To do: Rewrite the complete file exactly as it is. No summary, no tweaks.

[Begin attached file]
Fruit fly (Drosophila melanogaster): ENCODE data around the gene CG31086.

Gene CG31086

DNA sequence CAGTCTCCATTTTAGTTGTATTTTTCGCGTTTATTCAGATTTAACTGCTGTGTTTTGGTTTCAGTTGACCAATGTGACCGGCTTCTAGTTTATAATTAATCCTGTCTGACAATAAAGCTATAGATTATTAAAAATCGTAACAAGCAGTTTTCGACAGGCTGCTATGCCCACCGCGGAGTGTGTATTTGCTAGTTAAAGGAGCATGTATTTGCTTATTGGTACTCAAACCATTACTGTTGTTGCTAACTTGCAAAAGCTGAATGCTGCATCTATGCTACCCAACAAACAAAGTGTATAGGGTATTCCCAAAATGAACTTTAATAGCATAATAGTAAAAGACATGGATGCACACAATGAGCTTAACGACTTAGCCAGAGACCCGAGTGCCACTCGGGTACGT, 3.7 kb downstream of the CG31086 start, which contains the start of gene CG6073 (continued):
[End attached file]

Fruit fly (Drosophila melanogaster): ENCODE data around the gene CG31086.

Gene CG31086

DNA sequence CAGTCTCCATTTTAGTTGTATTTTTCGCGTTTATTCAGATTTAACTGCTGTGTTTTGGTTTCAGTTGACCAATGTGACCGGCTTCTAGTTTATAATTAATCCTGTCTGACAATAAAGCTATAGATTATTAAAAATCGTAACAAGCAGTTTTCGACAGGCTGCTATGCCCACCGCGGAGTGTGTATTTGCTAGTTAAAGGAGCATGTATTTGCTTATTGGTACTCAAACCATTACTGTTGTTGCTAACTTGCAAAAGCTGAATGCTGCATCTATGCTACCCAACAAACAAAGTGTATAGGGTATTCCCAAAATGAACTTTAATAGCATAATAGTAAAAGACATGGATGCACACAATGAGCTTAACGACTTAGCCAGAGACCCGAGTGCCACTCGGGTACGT, 3.7 kb downstream of the CG31086 start, which contains the start of gene CG6073 (continued):